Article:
1. Conduct frequent portfolio reviews to keep pace with market changes
Portfolio reviews should be conducted regularly— ideally, every six months — to determine the strategic path forward and whether markets shifted sufficiently to warrant a divestment.
2. Act quickly to maximize value
Once the portfolio review provides compelling insight, management should not hesitate to act on it. Investors in companies that choose to sell non-core units in a low-growth category or with a weak competitive position view such decisions positively. Delaying a sale will likely erode value; by contrast, acting early to maximize value and reinvest capital in areas where it can be most effective often pays off over the long term.
3. Proactively monetize under-exploited assets and non-core projects
Companies can extract value from under-exploited assets through a joint venture or licensing. Yet most companies are not proactive in identifying ways of monetizing their R&D projects: more than half of executives react only to expressions of outside interest and a third said they rarely look to monetize R&D or bring in external financing for projects.
4. Be a serial deal-maker: Don’t leave money on the table
Businesses that regularly evaluate portfolios for monetization opportunities will gain the greatest benefit from successful divestments as they are most likely to be serial dealmakers who are accustomed to monetizing under-utilized assets and, therefore, will not “leave money on the table.”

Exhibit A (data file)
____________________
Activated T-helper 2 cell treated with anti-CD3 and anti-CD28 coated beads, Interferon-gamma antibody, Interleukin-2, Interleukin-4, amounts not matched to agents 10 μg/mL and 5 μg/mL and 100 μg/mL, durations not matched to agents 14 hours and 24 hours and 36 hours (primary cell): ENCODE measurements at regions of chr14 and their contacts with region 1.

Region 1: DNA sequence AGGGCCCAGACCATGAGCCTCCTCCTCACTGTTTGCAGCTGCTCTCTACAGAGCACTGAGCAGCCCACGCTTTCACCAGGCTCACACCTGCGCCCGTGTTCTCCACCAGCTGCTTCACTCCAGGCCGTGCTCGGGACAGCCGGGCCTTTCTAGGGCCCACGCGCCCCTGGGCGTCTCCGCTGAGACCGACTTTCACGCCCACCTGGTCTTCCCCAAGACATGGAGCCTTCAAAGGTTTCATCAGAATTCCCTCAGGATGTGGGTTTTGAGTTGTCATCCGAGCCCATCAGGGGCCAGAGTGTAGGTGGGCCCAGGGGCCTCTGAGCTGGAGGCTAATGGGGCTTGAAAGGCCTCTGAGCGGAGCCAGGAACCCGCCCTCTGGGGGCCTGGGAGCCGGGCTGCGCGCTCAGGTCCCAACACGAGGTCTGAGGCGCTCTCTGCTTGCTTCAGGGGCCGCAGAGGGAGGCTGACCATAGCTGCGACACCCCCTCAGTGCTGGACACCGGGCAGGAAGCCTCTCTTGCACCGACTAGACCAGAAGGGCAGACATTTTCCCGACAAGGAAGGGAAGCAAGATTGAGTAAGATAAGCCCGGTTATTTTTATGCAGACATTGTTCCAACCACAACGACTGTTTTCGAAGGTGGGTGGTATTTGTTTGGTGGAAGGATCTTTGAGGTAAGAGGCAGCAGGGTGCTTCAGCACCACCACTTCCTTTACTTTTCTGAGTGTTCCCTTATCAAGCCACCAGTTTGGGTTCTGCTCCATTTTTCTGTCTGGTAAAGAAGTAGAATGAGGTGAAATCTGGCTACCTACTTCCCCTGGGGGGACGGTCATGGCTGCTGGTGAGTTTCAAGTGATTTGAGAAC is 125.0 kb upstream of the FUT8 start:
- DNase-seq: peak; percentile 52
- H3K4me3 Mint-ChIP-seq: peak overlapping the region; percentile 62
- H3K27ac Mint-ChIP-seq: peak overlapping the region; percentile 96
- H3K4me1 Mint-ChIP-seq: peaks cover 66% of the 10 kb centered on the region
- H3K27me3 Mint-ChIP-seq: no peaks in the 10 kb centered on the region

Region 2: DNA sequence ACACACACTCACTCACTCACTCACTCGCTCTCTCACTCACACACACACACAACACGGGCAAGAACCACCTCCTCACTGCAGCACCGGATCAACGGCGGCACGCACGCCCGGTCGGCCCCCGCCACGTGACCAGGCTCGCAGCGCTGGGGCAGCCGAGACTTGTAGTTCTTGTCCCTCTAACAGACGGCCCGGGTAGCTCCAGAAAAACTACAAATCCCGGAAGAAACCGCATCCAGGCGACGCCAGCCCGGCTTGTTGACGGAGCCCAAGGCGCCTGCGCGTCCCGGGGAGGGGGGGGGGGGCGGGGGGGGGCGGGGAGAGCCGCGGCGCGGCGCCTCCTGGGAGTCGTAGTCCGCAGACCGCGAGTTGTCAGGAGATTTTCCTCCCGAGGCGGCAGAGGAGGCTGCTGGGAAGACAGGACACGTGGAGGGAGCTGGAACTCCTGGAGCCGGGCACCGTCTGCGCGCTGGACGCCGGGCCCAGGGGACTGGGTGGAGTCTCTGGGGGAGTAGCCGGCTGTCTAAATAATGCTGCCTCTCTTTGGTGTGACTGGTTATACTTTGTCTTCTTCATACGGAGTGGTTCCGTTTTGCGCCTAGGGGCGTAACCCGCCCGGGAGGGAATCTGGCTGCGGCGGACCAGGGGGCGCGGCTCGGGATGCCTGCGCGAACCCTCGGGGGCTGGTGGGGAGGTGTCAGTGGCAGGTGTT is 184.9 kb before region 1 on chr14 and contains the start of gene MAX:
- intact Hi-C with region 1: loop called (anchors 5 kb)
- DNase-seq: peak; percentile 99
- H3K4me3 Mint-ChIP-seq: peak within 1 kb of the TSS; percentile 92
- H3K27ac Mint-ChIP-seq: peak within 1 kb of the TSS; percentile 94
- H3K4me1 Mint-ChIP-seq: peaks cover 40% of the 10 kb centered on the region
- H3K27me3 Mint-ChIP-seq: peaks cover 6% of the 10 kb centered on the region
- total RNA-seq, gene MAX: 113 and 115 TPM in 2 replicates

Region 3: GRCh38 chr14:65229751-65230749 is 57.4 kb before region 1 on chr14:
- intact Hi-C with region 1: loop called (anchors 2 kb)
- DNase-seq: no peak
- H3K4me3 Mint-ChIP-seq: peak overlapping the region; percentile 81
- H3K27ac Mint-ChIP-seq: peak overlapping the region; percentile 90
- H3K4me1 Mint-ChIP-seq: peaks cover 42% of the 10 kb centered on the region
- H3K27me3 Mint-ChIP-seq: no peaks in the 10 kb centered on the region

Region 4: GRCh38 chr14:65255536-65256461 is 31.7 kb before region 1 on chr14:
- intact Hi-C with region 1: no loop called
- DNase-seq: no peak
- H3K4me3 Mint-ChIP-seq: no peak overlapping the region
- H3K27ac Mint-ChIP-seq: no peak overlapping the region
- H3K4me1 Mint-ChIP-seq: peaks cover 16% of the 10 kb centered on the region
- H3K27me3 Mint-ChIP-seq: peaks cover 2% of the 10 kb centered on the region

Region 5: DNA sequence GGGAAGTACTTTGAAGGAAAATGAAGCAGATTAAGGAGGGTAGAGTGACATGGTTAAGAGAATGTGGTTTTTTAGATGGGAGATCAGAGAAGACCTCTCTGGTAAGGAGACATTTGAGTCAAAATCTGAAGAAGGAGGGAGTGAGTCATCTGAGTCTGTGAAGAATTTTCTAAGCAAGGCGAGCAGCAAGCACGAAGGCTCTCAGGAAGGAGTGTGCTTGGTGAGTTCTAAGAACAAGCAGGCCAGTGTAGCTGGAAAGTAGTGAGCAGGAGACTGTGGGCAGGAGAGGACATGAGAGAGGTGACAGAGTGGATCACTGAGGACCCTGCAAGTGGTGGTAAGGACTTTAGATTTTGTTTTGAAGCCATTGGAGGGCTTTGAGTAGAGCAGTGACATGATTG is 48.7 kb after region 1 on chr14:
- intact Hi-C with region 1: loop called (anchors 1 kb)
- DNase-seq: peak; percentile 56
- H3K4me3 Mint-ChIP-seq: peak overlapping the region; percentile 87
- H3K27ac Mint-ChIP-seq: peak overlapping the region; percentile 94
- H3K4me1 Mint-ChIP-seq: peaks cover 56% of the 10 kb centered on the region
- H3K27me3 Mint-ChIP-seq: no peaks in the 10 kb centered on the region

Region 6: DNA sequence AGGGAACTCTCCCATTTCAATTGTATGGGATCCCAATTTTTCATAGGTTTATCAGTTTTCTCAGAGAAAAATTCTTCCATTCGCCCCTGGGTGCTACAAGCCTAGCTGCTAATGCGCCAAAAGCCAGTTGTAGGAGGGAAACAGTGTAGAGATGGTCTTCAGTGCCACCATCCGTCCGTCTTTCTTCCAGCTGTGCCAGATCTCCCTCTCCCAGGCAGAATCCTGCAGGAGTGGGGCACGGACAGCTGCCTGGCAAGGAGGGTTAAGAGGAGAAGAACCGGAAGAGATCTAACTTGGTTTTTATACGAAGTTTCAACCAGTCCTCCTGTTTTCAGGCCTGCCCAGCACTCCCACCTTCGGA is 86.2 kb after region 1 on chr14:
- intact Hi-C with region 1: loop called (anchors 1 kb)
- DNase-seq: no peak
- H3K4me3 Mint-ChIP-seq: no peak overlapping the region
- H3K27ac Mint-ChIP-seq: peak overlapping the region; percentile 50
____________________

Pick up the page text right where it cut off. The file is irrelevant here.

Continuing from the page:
5. Embrace technological change
Evolving technology has become a major consideration in the portfolio review process. Two thirds of the executives we surveyed say technological change has changed their core strategy; significantly to completely, say half of those.
6. Seek out regional growth opportunities
Divestments can be used to finance expansion into emerging and developing geographies with strong growth prospects.
7. Reallocate capital to the core business
Power and utilities businesses, for example, are reallocating capital freed up from divestments to focus on and reinforce their core business: 50% expect to invest in their existing business, and a further 33% are planning to use sale proceeds to make acquisitions for their core business.
8. Target financial buyers
Prepare early and understand where the value lies for particular financial investors; key to executing a successful sale.
9. Search for hidden value in your portfolio
Look toward using underlying assets rather than only the parent company’s market value, as a basis for valuation. Selling unfashionable units can offer companies a more efficient route to monetization than developing them internally.
10. Look beyond operational challenges
Operational challenges can prevent businesses from being bold in their strategies, even if their portfolio review concludes the need to sell a business unit. Effective planning for business separations can help alleviate those issues that may distract at board level.